To put an end to this there is a new organization run by RIKR Defence called USA Military-Applied Sport. One of their competitive events serves as a great test of your physical fitness and shooting skill under realistic levels of fatigue: The 10km sprint distance Combat Biathlon. The Biathlon is a very old military sport that is rarely practiced in a realistic manner. The point of Military-Applied Sport is to provide a competitive opportunity without watering down the military applicability. Combat Biathlon is just such an event that you can set up for yourself at the local range. It’s simple and designed to push your skill under fatigue conditions. The less skill and physical fitness you have the worse this is going to be.


Soldiers in Vermont participate in a traditional ski biathlon in full combat kit.

To run the sprint distance Combat Biathlon you need:

  1. 50m shooting range with a steel target array that comes close to the regulation array (see picture below and download the score card with instructions here). Target array should be 50m from the firing line and 100cm/39in above the ground.
  2. A service rifle (we prefer AR & AK variants) with seven 30-round magazines and sling.
  3. Military uniform with boots or trail running shoes.
  4. Load bearing equipment weighing, when loaded, no less than 8 kg and no more than 16 kg.
  5. A 2km running route that starts and ends at one end of the shooting range.
  6. A 150m penalty route that starts and ends close to the exit point of the range.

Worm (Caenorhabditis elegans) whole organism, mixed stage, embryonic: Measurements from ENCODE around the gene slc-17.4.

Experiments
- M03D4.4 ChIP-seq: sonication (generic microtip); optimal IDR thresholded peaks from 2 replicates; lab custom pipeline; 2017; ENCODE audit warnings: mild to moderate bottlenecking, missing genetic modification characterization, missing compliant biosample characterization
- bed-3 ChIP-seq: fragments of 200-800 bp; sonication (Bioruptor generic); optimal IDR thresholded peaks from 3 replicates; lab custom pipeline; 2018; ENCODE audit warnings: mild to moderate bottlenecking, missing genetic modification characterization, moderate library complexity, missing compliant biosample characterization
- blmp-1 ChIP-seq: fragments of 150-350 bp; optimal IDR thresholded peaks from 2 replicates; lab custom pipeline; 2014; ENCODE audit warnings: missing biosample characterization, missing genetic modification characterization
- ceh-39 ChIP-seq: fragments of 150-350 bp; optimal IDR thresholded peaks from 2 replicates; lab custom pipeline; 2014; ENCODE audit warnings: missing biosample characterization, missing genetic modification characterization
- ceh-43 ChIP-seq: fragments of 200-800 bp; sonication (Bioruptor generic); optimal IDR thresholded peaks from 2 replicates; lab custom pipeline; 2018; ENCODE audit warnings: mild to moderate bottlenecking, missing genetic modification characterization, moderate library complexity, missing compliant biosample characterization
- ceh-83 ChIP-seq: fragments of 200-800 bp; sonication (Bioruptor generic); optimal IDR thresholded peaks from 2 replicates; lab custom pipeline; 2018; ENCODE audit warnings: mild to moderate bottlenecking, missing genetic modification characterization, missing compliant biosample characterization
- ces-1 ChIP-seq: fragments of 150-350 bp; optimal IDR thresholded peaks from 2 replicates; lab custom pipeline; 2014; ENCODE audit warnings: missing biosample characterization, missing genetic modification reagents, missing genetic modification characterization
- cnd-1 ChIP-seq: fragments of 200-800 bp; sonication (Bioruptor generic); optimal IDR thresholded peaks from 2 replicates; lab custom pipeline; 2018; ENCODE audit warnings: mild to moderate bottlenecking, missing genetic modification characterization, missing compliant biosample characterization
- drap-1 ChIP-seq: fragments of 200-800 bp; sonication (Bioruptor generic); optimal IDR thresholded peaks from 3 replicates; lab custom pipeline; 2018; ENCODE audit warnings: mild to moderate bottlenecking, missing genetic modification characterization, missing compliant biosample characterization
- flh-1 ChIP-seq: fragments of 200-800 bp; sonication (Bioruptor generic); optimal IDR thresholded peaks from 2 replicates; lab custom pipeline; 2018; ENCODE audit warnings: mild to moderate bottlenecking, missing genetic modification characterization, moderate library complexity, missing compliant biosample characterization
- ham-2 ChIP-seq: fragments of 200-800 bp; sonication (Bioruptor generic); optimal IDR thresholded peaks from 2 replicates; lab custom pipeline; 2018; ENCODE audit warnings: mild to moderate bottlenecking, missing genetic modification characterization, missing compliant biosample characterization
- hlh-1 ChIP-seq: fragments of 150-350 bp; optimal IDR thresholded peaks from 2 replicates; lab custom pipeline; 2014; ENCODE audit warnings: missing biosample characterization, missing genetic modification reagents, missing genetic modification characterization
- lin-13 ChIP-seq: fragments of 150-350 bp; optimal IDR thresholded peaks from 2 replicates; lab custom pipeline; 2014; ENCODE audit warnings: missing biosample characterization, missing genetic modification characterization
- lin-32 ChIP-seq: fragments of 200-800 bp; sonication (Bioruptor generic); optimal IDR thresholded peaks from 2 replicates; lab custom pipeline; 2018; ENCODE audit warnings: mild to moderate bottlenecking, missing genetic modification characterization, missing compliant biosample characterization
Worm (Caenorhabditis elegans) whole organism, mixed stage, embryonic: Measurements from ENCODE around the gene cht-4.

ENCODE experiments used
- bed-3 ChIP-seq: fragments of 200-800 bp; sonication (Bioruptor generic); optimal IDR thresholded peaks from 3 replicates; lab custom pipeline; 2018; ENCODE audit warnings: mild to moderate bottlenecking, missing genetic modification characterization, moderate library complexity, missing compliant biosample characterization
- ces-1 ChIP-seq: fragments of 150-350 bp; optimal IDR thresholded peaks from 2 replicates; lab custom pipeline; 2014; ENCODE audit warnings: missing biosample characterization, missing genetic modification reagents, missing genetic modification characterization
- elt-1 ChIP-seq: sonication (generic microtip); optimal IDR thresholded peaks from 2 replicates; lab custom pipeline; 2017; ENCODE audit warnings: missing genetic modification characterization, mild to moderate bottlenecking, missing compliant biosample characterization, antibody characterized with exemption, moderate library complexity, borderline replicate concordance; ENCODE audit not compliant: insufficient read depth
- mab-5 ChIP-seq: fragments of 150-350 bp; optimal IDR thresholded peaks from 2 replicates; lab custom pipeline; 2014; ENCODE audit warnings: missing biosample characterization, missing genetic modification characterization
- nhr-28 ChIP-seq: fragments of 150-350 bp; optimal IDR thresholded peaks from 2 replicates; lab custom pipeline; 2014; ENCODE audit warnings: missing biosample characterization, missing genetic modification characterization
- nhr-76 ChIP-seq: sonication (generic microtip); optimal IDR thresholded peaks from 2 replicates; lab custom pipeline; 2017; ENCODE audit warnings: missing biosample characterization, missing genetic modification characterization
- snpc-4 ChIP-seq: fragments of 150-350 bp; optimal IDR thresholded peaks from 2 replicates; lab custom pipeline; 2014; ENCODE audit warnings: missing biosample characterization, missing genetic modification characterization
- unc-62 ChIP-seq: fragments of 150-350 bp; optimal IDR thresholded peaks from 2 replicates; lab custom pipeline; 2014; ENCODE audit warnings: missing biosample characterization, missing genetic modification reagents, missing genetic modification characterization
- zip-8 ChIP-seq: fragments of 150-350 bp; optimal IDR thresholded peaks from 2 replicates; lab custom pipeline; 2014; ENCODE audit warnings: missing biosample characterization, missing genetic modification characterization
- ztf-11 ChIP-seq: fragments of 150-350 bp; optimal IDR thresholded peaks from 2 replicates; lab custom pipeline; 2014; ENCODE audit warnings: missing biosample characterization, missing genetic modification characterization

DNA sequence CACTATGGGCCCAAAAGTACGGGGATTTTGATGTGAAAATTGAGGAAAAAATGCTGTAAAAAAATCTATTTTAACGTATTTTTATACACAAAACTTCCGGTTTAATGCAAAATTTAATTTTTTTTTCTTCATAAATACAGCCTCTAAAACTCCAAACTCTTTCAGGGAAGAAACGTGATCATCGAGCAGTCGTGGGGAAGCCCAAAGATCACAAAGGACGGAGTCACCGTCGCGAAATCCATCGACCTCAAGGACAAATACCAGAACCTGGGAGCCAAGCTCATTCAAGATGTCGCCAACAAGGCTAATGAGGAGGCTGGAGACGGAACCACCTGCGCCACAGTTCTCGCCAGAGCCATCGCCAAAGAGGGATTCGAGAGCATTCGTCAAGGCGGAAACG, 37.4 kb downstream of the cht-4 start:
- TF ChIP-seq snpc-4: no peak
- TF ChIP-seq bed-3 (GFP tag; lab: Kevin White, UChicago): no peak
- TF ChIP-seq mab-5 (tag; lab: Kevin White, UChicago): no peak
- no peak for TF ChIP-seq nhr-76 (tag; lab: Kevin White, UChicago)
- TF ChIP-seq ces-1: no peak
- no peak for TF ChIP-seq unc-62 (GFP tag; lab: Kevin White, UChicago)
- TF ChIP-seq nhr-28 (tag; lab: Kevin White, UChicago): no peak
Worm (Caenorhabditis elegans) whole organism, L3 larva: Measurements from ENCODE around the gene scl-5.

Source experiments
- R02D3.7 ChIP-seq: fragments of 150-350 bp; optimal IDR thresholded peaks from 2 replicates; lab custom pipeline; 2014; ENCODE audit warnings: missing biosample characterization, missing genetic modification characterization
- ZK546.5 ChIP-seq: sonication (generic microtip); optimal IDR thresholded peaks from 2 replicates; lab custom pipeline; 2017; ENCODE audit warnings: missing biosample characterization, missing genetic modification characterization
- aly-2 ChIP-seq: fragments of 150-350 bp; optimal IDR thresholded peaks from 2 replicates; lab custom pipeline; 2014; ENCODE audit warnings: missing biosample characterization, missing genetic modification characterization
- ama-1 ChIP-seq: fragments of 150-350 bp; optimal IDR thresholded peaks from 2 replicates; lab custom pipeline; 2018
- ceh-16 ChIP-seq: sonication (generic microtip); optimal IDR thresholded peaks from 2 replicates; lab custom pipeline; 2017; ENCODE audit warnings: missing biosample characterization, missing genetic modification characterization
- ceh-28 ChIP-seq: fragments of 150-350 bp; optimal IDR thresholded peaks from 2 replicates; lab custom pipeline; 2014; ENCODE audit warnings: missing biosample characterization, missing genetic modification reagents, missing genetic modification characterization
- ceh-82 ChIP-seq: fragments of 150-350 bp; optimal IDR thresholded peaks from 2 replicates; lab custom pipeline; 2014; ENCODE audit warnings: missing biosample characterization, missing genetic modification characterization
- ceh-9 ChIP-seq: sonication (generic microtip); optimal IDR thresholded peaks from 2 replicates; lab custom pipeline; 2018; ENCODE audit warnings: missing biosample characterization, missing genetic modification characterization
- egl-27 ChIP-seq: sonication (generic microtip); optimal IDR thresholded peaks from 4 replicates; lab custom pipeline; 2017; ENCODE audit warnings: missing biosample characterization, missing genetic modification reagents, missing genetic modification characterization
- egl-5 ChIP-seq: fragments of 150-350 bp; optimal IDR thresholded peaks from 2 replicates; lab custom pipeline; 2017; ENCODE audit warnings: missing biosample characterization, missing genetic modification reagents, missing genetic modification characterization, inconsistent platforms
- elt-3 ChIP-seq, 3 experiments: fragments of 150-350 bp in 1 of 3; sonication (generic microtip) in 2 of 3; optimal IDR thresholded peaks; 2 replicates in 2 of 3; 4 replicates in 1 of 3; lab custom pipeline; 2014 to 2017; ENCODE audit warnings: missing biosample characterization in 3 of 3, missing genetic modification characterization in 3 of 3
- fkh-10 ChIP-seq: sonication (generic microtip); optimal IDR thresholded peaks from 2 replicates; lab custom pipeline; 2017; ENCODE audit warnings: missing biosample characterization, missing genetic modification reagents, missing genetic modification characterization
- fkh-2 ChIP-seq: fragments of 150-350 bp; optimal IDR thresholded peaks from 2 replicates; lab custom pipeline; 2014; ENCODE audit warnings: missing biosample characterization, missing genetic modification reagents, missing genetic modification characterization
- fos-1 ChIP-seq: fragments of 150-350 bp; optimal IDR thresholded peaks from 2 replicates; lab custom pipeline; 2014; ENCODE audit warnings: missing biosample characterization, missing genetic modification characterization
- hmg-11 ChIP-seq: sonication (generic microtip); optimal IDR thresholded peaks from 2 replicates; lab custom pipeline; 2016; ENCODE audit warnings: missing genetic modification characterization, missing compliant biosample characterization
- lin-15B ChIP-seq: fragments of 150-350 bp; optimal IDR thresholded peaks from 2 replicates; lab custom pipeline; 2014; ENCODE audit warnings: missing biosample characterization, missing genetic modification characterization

7. A stopwatch and gear scale.
  8. A scorer with a score card.

Biathlon practice targets

Once you have set things up it’s time to race the clock and see how good you really are!

  1. The scorer will fill out the paperwork, weigh and inspect your gear and rifle while you warm up.
  2. At the designated time you will don and check your equipment under the scorer’s supervision.
  3. You and the scorer will identify and inspect the lane and target assembly you will use.
  4. Line up on the start/finish line. The scorer will give the GO signal.
  5. Run the first lap of the 2km track, halting at your firing lane. You may run with the rifle in any place but we highly recommend figuring out a way to sling it on your back with the barrel up.
  6. With the rifle pointed downrange, load one magazine and engage the five targets with five rounds.
  7. Safe, unload and clear your rifle while keeping it pointed downrange and present the open bolt and empty chamber to the scorer who will be standing directly behind you.